Frank Rotondo is executive director of the Georgia Association of Chiefs of Police.

Turning drivers into cash machines

By John Bowman

When people hear the term “speed trap,” they usually conjure up images of a police officer hiding behind a billboard waiting to pick off unsuspecting drivers right where the speed limit drops. While there is some truth to this stereotype, a more accurate description of a speed trap is enforcement of an inappropriately low speed limit on a high-traffic road.

Traffic ticket revenue is a boon to city administrators trying to plug holes in their annual budgets. Speed traps provide a convenient means to that end, always couched in terms of safety but with dubious safety benefits.

The Atlanta Journal-Constitution’s recent investigative series on speed traps clearly illustrates this dollars-before-safety motive at work. For example, an official from the small town of Warwick admitted the city viewed traffic on the Georgia-Florida Parkway as a revenue opportunity and decided to take advantage of it. As a result, Warwick has a new police headquarters, two new Chevy Tahoe police cruisers and a $25,000 license plate recognition system (an abuse of a different kind). No mention is made of any improvements in safety on the parkway.

Officials say the goal of such intense enforcement is to change driver behavior. If that were true, drivers would slow down, and the speed trap would go out of business. Yet speed traps operate successfully in the same locations for months or years on end. Why is that?

Research shows motorists tend to drive at a speed they believe is safe and comfortable no matter what the posted speed is. Traffic engineers use this prevailing speed as the basis for setting realistic and safe speed limits. When the speed limit is set below the natural flow of traffic, many responsible drivers intuitively realize it is safer to go with that flow than to artificially restrict other vehicles, an action that often leads to more, not fewer, accidents.

Where chronic “speeding” problems do exist, raising the speed limit — not heavy-handed traffic enforcement — is often the solution. This puts more drivers into compliance and improves traffic flow, making the roads safer. But it also cuts into the revenue stream, as another example from the ACJ investigation shows. After receiving complaints about a speed trap in Poulan, the Georgia Department of Transportation raised the speed limit on U.S. 82 from 45 to 55 mph. Revenue from speeding tickets has been falling steadily since the change.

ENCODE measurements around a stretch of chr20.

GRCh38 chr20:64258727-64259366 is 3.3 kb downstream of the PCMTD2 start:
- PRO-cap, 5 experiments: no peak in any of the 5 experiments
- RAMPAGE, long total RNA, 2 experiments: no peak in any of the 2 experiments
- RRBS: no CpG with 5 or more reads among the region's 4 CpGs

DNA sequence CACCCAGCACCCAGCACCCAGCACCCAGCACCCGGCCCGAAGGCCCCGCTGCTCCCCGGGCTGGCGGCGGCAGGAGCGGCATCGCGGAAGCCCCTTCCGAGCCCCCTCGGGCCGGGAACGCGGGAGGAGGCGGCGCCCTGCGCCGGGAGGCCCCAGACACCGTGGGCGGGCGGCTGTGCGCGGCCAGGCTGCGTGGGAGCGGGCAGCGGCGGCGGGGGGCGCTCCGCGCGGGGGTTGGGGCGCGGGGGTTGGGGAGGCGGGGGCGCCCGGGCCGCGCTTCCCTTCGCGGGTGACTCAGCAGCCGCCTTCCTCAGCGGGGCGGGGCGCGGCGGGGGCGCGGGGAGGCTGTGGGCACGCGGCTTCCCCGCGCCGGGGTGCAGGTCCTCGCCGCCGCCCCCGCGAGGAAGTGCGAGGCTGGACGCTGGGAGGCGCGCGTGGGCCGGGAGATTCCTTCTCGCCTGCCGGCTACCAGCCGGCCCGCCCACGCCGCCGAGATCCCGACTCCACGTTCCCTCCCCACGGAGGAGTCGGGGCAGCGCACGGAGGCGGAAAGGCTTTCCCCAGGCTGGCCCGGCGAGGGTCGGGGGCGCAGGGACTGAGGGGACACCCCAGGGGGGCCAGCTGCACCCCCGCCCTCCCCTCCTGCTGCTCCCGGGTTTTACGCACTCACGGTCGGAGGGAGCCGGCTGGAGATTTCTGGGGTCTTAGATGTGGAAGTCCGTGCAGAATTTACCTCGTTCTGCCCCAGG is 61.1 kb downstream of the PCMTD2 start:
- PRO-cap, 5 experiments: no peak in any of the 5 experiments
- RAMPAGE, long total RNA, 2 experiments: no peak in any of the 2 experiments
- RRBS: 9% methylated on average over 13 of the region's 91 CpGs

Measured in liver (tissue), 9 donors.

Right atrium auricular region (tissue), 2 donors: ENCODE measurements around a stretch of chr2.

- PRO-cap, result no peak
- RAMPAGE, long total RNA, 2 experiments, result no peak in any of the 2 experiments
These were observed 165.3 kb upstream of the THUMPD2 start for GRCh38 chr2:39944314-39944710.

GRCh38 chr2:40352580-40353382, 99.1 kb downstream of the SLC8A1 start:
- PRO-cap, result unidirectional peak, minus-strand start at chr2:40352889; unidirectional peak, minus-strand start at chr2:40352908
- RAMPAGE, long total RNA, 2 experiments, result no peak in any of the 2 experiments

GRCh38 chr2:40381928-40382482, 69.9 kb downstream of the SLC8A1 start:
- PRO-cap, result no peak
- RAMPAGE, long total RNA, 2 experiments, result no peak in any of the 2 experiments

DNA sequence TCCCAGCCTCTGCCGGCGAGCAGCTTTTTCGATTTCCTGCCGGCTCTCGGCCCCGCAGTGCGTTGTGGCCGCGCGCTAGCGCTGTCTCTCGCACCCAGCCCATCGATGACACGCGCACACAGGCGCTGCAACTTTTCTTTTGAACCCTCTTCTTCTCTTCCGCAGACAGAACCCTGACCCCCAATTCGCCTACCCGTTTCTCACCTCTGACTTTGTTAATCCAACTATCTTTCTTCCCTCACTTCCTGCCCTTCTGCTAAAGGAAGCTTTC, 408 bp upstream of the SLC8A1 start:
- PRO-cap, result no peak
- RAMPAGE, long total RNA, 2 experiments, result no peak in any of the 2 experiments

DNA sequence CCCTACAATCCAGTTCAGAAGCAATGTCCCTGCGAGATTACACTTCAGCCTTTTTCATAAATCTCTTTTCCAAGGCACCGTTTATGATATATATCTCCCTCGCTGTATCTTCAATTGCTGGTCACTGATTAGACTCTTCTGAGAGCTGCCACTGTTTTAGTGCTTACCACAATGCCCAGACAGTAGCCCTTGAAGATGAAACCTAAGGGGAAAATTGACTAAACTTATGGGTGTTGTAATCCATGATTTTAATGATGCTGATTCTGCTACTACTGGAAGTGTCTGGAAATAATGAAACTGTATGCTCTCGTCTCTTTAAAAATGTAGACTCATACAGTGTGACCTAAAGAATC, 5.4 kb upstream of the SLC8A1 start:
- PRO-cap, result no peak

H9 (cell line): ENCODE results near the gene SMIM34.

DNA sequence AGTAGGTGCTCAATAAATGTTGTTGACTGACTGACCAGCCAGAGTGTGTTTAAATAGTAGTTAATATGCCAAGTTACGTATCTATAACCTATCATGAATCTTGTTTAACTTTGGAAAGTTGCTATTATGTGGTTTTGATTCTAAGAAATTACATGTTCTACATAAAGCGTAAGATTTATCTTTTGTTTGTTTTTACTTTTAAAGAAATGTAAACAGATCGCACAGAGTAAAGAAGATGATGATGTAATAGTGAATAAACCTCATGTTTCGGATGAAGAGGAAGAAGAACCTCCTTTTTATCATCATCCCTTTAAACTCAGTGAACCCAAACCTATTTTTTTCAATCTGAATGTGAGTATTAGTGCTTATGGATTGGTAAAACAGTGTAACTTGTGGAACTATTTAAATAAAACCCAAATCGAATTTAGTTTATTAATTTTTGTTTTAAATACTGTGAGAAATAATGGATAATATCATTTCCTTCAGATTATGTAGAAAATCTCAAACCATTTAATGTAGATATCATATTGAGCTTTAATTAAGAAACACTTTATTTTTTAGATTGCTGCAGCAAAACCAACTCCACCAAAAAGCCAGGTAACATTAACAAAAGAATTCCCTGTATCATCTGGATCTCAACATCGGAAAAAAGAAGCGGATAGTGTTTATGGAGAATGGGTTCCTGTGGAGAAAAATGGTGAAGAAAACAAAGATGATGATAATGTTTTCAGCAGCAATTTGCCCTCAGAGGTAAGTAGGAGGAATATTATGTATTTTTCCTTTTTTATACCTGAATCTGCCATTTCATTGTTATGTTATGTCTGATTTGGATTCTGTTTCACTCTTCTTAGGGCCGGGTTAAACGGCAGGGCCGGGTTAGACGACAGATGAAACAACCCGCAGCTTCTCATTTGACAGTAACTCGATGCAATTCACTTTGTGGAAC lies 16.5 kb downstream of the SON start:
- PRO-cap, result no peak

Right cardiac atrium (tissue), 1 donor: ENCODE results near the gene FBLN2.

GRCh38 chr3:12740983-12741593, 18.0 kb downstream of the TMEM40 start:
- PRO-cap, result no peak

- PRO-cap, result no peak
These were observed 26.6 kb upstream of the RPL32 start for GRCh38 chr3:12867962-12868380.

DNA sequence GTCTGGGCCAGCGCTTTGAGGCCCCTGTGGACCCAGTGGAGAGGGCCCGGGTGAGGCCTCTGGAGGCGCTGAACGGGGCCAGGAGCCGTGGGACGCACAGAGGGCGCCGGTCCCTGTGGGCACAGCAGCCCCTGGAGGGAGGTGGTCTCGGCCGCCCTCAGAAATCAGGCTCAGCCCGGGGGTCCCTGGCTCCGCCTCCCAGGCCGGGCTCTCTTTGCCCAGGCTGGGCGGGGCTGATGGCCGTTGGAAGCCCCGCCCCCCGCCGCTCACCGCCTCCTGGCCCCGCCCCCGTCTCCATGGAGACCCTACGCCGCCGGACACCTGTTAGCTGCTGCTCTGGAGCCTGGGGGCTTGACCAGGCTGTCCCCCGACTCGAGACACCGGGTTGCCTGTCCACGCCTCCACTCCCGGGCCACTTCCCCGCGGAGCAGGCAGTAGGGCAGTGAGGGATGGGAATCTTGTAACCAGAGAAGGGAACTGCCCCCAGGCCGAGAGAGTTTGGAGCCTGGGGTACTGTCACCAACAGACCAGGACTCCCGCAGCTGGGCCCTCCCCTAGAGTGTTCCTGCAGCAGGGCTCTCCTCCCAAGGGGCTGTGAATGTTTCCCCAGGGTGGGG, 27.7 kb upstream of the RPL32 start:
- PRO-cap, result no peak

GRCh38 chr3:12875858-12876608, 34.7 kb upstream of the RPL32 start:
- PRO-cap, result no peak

Along with turning responsible motorists into cash machines, speed traps foster other dubious law enforcement practices such as ticket quotas, one of law enforcement’s worst-kept secrets. Ticket quotas further shift the emphasis of traffic enforcement toward revenue generation and take away one of a police officer’s most important tools: discretion. There are plenty of well-documented examples, but the recent case of Waldo, Fla., stands out.

The tiny town of Waldo had a well-deserved reputation as a flagrant speed trap for years. It even made the National Motorist Association’s list as the third-worst speed trap city for 2012. This past summer, both the police chief and interim police chief resigned amid allegations of ticket quotas and other improprieties. The city council then voted to disband the police department altogether. Misplaced law enforcement priorities robbed the town of an important civic asset: Its entire police force.

Speed traps go hand in hand with another abusive law enforcement practice known as civil forfeiture. Under civil forfeiture laws, police can confiscate property, like cash and jewelry, from motorists if they suspect the property is tied to illegal activity. The police don’t have to prove such a connection exists, and motorists must often fight lengthy and expensive legal battles to retrieve their property.

As with speed traps, civil forfeitures enrich the municipalities conducting them. Over a 15-year period, Camden County seized approximately $20 million in civil forfeitures. Subsequent purchases included a $90,000 Dodge Viper and a $79,000 boat, among other things. The point is, speed traps give police the opportunity to conduct questionable vehicle searches that lead to these abusive and lucrative roadside shakedowns. According to the Institute for Justice, Georgia has some of the worst civil forfeiture laws and practices in the country.

Speed traps don’t change behavior. That more than 66,000 speed traps have popped up nationwide in the last 10 years, according to the National Speed Trap Exchange, tells us as much. The real way to gain compliance is to set the speed limit correctly, allowing traffic to move more smoothly and, ultimately, more safely.

John Bowman is communications director of the National Motorists Association.